Rafa Benitez is still revered by many a Liverpool fan, and rightly so. He won the Champions League with them in 2005, and came agonisingly close to winning the Premier League with them in 2009.
His final season was a disappointment, but a look at Liverpool's struggles since his departure sums up how lucky fans had it for the majority of his tenure. Like most managers, Benitez liked to take advantage of the transfer market, but he didn't always quite get it right.
As he prepares to spend one of football's biggest chequebooks in January, here is a look at 10 signings which could have worked out oh so differently.
Robbie Keane hasn't been a bad player, he is Ireland's record goalscorer of all time after all. But his time at Liverpool was a strange one indeed. He was signed from Spurs for £20 million, but failed to click up front with Torres. Nevertheless, Benitez pulled the plug too early surely, selling him after six months, for £12 million, taking in a big loss. His failure to sign another striker left Liverpool short up front for the title run-in, placing too much pressure on Torres, forcing the manager to play him when not 100 per cent fit.
Dutch defender Jan Kromkamp described his move to Liverpool as a 'dream move' when he signed in 2006. Sadly it didn't work out that way, he made just 17 appearances for the club, mostly from the bench, and was criticised for his lack of playing time by his national team coach Marco van Basten, who dropped him from the international side. He was sold just six months after his arrival to PSV and now plays for Go Ahead Eagles.
Even though he was signed on a free, Liverpool still seemed to get ripped off when signing Voronin. The Ukrainian regularly frustrated Reds's fans with his wastefulness in front of goal, and was never really considered a regular starting option for the club. Liverpool impressively managed to sell him for £4 million in 2010 to Dynamo Moscow.
Aquilani was Benitez's last great folly. With just a £20 million budget to rejuvenate the side who narrowly missed out on the title in 2008-09, the following summer he decided to spend £17 million of it on Aquilani, even though the Italian's injury problems should have stood out as a major red flag against it. His gamble backfired, as Aquilani's injury troubles struck, and it took him three months to make his debut. The player never settled, and within a year, Benitez left the club.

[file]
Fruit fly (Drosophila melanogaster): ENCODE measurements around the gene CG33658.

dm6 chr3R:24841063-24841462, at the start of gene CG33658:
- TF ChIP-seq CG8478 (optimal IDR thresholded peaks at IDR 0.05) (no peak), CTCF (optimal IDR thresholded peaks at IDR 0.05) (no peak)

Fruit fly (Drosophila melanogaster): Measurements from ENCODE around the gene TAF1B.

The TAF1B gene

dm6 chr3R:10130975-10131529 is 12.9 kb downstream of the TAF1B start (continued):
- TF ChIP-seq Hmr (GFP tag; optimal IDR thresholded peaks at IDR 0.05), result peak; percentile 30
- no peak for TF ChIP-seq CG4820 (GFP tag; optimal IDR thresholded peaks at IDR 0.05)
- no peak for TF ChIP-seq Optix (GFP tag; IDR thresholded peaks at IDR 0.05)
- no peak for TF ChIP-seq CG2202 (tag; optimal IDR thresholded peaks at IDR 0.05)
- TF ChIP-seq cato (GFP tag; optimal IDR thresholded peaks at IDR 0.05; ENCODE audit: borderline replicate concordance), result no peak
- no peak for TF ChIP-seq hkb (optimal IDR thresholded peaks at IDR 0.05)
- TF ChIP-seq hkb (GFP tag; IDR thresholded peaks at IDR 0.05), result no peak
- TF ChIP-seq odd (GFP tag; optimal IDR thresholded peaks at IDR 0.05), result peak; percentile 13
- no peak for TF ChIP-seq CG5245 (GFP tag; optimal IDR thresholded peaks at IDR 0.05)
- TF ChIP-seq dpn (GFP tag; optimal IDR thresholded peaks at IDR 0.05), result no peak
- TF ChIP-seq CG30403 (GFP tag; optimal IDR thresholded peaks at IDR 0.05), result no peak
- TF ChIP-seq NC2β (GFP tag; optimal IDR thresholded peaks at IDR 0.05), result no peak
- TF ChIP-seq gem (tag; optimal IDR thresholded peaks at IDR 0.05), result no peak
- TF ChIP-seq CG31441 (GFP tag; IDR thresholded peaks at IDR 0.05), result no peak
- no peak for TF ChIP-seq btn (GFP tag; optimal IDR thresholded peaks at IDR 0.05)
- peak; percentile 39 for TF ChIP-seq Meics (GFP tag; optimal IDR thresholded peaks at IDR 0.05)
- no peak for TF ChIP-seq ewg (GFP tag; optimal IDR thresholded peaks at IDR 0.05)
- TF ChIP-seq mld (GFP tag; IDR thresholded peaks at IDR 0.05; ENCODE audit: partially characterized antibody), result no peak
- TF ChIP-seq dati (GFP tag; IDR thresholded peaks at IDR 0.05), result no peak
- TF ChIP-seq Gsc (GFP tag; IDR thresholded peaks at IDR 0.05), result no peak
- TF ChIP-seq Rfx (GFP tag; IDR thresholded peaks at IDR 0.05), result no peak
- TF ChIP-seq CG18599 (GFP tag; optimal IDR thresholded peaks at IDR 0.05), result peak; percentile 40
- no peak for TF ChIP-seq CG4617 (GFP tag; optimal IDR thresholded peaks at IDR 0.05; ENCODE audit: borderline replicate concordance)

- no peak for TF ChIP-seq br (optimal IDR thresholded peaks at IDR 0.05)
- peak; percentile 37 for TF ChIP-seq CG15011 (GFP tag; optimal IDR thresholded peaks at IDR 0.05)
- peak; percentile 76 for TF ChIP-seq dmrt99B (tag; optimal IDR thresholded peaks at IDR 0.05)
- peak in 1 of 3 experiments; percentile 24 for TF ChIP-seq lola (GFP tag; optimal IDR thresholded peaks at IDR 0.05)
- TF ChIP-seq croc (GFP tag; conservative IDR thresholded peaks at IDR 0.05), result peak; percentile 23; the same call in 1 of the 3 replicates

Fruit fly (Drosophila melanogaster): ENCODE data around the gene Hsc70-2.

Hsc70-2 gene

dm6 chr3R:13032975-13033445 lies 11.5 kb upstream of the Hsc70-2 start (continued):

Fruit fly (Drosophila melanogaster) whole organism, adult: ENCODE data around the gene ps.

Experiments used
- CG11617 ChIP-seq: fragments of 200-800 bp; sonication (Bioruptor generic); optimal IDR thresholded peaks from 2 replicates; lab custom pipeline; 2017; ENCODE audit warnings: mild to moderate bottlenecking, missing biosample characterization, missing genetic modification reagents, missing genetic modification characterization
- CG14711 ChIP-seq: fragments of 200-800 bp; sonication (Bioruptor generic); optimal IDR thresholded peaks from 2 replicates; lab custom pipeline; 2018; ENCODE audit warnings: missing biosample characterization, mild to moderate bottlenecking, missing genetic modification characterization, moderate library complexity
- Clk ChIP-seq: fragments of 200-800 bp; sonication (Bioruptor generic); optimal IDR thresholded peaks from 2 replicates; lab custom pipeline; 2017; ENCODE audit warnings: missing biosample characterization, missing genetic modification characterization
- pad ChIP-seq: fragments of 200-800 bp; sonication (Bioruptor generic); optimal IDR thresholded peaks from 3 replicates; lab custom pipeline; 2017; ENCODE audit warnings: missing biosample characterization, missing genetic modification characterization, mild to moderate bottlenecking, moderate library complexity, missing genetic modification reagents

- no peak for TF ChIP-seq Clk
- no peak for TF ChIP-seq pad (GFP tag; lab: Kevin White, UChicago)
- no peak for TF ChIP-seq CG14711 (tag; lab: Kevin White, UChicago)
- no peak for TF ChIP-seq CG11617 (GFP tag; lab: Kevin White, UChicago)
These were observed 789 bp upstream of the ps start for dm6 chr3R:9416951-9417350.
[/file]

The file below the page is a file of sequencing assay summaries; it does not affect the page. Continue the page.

"I am confident he will be prove to be a quality addition to our squad." - Rafa Benitez, 2008. Not for the first time, Benitez would be proved wrong. Degen struggled with injury - taking 14 months to make his league debut, and in the few starts he did have, looked out of place. Despite being signed on a free, his wages consitututed a waste of money and his contract was terminated by mutual consent in 2011.
Ryan Babel was touted as the next big Dutch star, signed for the relatively substantial fee of £11.5 million. It didn't work out, with Babel similarly wasteful to Shaun Wright-Phillips in attack, and his off-pitch attitude was credited with failure to fulfil his potential. His winner over Manchester United in 2008 will live on in the memory. At 25, he was a free agent this summer, and headed back to Ajax with his tail between his legs.
Morientes' signing at Liverpool was seen as an outstanding piece of transfer business, he had been excellent for Real Madrid, and on loan at Monaco too. Yet the £6.3 million they paid for him, while it should have been a bargain, proved to be money badly spent. He scored just eight goals in 41 appearances and was sold after 18 months at the club.
Dossena cost Liverpool £7 million, and one unlikely goal against Manchester United aside, he looked out of place in an otherwise solid 2008-09 Liverpool side. After falling out of favour he made just 30 appearances in two seasons, and was sold to Napoli after losing his position to Fabio Aurelio.
Paletta was signed for just £2 million by Liverpool, with the expectation the young centre-back would go onto become one of football's next big talents. He was after all a member of an Argentina youth side boasting Lionel Messi and Sergio Aguero. The Argentine was handed the odd League Cup appearance and substitute showings, but the Reds lost faith in him after just a season, allowing him a transfer back to his homeland with Argentina. He currently plays in Serie A with Parma.
Nunez was one of the low-profile faces to arrive in Benitez' early years, as part of his Spanish revolution, in the deal which saw Michael Owen sold to Real Madrid. He lasted just a single season at Anfield, underwhelming fans, even though he scored a consolation in the 2005 League Cup Final. Nunez now plays for Spanish second division side Huesca.
Who was the worst? Who have we missed?
image: © vincentteeuwen